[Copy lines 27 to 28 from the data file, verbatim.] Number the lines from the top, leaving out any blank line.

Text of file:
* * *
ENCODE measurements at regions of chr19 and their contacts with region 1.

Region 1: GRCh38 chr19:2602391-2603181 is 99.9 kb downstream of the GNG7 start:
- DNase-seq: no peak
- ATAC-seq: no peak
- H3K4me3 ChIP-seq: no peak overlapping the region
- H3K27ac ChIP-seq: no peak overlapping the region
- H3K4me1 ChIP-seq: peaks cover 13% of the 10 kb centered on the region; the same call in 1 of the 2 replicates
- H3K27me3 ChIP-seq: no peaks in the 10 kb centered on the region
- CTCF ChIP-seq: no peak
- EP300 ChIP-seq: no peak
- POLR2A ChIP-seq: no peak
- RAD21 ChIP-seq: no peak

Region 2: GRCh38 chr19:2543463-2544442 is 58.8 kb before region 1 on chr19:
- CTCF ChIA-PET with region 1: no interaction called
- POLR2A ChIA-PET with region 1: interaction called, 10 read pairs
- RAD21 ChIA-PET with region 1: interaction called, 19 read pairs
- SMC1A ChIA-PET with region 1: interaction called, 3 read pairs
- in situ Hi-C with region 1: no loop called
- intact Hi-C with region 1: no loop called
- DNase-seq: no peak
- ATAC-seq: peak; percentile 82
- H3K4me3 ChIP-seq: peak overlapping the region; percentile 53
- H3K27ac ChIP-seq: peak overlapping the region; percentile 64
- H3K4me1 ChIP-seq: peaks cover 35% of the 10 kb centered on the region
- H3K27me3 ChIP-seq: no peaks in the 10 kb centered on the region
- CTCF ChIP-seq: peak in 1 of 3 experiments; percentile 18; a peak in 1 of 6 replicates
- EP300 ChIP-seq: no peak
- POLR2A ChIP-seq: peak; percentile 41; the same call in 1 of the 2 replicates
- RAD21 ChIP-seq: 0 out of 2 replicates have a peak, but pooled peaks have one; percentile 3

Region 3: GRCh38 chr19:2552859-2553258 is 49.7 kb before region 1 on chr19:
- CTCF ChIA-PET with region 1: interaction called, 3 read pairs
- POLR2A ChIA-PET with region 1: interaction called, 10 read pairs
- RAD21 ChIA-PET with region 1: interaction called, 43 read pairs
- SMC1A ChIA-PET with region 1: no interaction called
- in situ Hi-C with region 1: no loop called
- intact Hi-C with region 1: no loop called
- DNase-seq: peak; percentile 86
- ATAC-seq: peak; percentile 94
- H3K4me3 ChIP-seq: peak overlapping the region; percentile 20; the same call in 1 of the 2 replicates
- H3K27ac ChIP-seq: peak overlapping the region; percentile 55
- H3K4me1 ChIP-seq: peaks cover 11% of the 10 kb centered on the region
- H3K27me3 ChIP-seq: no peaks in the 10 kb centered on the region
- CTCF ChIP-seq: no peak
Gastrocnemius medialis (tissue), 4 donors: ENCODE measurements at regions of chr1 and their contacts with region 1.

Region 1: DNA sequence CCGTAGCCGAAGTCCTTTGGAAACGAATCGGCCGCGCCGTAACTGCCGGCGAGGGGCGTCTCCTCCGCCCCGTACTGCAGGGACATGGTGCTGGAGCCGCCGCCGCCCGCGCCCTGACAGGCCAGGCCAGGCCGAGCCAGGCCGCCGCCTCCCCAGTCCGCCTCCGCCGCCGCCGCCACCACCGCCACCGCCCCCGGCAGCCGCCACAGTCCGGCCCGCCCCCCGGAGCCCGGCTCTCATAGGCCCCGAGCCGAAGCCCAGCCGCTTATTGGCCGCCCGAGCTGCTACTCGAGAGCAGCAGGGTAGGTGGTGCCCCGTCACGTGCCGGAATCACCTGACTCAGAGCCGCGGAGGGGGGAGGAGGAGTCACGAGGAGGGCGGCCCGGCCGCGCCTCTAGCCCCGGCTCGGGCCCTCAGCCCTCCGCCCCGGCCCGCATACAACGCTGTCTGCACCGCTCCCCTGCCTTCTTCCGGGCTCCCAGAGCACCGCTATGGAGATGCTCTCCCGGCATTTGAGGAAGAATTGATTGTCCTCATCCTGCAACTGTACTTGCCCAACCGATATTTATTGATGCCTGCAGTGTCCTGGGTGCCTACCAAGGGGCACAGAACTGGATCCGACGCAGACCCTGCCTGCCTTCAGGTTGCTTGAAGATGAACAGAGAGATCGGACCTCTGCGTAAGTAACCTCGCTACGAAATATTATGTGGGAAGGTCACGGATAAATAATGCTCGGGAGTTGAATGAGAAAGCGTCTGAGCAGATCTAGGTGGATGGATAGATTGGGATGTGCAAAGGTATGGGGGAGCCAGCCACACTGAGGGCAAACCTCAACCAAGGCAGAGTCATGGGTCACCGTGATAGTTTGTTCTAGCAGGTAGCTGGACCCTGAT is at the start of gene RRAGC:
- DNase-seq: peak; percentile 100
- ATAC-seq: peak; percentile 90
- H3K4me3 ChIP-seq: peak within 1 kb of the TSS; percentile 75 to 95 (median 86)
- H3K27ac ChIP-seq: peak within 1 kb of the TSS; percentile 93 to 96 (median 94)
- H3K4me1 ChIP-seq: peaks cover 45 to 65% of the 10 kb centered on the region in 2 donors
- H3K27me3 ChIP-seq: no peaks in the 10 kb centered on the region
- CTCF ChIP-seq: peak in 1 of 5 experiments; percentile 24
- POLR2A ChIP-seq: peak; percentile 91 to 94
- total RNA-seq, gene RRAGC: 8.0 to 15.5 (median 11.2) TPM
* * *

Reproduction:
- EP300 ChIP-seq: no peak
- POLR2A ChIP-seq: peak; percentile 41; the same call in 1 of the 2 replicates